History of Philosophy, as a discipline, involves a lot of technicalities -- every kind of technicality, in fact, because they all show up somewhere in the actual history of philosophy or its study. But there's also a sort of je ne sais quoi quality to good HoP-work. Obviously, since it's je ne sais quoi, I don't know exactly or completely what it is, and don't think anyone else does. But bits and pieces of it can be brought out. I was thinking of one way to do it the other day; one hard-to-pin-down aspect of HoP is grasping the spirit or sense of a time, a movement, or a philosopher. On the one hand, it's an absolutely essential skill, which can save you from many of the worst kinds of errors. On the other hand, there is no method to it, and no definite way to learn it. This makes it one of the hard things about study the history of philosophy.
An example might help. I once ran across a website, by a professional philosopher, for one of his Intro or Ethics classes (I forget which). And he claimed that Kant held that the Golden Rule was a "deeply misguided principle." Now, this and this alone would immediately set alarm bells ringing for anyone who had any sort of sense of Kant. It's just not the sort of thing Kant would ever say or commit to. The Golden Rule, of course, was stated by Jesus, and to put it very baldly, Kant would never contradict Jesus. If Kant did have a problem with the Golden Rule, anyone with familiarity with Kant knows what he'd do: he'd argue that it was an excellent principle but only for a very specific domain, or he would say it had been widely misinterpreted and give his own interpretation. It is in fact difficult to get a sense of what Kant's view of the Golden Rule is, because he has only scattered comments that can be considered even relevant -- but having a sense of Kant, grasping the spirit of Kant, would have prevented this particular philosopher from an egregious misinterpretation.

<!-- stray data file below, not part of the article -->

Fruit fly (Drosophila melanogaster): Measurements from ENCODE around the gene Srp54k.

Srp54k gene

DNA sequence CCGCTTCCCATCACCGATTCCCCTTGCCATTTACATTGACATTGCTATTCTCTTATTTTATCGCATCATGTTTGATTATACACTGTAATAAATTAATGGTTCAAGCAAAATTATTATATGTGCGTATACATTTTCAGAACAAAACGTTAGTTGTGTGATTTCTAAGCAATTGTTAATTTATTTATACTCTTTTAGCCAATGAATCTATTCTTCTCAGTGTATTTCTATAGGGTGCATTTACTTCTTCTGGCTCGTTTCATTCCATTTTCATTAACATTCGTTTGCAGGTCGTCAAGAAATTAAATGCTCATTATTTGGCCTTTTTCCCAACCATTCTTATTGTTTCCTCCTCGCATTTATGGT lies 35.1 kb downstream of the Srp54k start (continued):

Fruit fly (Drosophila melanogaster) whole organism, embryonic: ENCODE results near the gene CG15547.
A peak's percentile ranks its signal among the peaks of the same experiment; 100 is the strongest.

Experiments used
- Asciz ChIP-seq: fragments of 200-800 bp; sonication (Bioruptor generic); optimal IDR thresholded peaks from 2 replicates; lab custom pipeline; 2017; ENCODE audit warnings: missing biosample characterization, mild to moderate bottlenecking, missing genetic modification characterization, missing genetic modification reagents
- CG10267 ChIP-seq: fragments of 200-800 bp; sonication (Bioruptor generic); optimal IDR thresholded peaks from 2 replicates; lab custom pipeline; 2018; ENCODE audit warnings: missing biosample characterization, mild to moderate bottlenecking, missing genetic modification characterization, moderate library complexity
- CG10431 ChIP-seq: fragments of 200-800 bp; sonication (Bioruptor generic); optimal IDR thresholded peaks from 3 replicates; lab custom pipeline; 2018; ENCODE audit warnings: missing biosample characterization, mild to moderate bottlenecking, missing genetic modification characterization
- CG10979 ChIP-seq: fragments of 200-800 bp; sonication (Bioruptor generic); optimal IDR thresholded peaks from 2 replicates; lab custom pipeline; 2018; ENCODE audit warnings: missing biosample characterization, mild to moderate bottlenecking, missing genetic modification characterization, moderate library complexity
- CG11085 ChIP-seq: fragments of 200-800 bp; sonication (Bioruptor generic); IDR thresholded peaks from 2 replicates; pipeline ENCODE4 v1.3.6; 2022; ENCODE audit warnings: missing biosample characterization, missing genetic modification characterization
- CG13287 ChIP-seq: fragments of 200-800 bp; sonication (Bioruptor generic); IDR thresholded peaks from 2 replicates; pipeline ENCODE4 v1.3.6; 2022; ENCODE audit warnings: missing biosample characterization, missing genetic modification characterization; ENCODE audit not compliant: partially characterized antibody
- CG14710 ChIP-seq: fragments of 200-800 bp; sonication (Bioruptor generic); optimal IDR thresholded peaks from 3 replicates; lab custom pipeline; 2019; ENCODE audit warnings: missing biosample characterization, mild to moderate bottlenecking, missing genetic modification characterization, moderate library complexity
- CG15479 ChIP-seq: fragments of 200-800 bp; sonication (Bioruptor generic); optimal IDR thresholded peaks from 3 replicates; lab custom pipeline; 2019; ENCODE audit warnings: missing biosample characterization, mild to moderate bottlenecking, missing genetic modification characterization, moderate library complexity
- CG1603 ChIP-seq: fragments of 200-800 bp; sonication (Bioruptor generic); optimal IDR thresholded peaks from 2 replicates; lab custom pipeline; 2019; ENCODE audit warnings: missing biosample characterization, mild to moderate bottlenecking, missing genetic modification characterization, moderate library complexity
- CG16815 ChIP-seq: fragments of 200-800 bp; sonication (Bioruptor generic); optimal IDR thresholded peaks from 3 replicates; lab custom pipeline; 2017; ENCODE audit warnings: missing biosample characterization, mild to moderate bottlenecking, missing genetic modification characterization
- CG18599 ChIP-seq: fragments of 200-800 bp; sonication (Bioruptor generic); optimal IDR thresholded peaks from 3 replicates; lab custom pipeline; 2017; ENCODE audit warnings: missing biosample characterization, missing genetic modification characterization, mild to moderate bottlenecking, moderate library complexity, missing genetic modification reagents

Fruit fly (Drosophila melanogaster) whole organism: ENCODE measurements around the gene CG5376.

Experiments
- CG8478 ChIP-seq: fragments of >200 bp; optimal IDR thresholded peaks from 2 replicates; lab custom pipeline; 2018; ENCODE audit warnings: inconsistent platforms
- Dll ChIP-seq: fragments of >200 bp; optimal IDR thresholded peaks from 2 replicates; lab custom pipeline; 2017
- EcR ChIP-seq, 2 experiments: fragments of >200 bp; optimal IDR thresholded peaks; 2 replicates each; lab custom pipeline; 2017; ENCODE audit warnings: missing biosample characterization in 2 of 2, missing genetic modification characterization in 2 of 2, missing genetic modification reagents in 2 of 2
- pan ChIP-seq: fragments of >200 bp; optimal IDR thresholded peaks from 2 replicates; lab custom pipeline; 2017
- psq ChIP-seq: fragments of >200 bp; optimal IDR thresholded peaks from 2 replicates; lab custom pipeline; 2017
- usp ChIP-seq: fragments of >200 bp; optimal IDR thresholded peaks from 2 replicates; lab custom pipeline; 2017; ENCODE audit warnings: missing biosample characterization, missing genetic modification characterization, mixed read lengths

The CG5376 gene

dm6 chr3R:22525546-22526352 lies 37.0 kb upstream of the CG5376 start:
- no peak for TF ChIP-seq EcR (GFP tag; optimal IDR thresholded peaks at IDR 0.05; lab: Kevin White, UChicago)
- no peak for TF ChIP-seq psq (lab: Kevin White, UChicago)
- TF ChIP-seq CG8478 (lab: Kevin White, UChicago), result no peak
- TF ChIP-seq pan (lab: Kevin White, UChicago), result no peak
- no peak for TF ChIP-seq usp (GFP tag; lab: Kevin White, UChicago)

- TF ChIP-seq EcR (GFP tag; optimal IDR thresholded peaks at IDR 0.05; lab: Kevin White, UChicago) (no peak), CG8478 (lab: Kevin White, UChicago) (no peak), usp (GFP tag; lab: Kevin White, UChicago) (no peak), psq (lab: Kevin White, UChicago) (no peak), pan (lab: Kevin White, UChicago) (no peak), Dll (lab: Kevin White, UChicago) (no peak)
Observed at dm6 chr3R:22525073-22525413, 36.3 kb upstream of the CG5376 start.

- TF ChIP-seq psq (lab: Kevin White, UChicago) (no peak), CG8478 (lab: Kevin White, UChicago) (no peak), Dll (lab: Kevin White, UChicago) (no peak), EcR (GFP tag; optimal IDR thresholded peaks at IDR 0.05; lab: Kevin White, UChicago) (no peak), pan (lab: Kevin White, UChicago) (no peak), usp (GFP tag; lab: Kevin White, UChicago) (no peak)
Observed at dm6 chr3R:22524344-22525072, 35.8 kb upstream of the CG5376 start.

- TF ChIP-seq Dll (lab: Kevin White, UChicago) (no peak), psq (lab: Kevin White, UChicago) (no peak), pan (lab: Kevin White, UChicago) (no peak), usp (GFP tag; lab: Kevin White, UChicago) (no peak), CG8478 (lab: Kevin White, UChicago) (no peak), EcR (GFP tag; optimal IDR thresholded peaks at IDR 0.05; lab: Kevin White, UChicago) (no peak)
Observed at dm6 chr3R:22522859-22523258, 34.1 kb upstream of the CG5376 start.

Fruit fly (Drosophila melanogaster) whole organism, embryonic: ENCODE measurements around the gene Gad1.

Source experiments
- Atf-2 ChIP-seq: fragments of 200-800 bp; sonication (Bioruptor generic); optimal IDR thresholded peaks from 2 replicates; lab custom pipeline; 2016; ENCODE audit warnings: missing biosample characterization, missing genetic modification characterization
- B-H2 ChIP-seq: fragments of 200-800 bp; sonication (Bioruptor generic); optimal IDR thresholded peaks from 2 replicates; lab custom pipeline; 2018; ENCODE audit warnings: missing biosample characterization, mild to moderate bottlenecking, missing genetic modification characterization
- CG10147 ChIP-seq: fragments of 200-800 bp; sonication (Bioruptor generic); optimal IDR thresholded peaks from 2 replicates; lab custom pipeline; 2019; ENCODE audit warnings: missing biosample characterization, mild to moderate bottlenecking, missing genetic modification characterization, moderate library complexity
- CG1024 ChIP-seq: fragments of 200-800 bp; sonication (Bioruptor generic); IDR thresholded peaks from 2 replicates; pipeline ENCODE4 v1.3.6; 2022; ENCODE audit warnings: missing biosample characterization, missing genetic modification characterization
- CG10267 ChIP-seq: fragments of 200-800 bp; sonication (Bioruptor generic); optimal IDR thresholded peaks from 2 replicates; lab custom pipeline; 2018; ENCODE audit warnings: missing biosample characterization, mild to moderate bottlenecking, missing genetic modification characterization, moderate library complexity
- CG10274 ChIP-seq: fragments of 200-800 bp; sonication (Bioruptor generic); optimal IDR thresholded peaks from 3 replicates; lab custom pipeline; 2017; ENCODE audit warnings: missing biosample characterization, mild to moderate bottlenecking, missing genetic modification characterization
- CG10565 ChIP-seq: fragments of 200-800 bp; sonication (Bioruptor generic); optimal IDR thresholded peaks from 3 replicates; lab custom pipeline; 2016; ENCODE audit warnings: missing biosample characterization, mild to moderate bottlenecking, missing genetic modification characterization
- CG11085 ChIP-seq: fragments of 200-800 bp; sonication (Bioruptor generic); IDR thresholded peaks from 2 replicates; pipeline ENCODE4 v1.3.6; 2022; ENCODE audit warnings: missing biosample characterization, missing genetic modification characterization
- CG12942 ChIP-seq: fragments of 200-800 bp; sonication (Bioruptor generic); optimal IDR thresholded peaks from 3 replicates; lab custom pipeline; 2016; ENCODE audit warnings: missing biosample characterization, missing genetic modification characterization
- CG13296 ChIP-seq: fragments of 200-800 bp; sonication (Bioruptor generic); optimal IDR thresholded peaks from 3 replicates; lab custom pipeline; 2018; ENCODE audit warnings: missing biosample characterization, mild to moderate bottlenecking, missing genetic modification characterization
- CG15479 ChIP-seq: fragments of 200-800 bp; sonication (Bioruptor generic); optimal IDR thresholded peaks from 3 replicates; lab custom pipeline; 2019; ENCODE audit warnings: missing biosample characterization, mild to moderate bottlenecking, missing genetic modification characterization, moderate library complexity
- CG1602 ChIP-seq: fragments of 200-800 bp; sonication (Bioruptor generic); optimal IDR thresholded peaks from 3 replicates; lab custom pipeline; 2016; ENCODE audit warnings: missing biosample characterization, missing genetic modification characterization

Or consider the Scottish Enlightenment. One of the difficult things about interpreting the Scottish Enlightenment are the overwhelmingly important roles played by law and aesthetics. Jurisprudence and good taste -- each of them affects almost everything in almost every major philosopher of the Scottish Enlightenment. This is especially difficult for us because in general we don't live in an intellectual world where law and taste are the governing principles of most of life. But it can prevent you from making a serious mistake, like the old view that Thomas Reid just 'tacked on' the Essay on Taste to his book on Intellectual Powers, or like not noticing how much of Hume's account of morality is actually an account of law. Or, to take two other examples from the same period, it's difficult to grasp the complicated balance between French intellectual life and English intellectual life that governs so much of Scottish intellectual life, or the utter urgency with which almost everyone insists that there needs to be some kind of middle-of-the-way between enthusiasm and priestcraft.
There's no easy way to learn these things, or even determine what will be important for diving in. It makes HoP a perpetual adventure. But it trips everyone up sometimes, and everyone comes to a point where they realize that some previous view they held was not even remotely plausible, however much it looked at the time like the text supported it.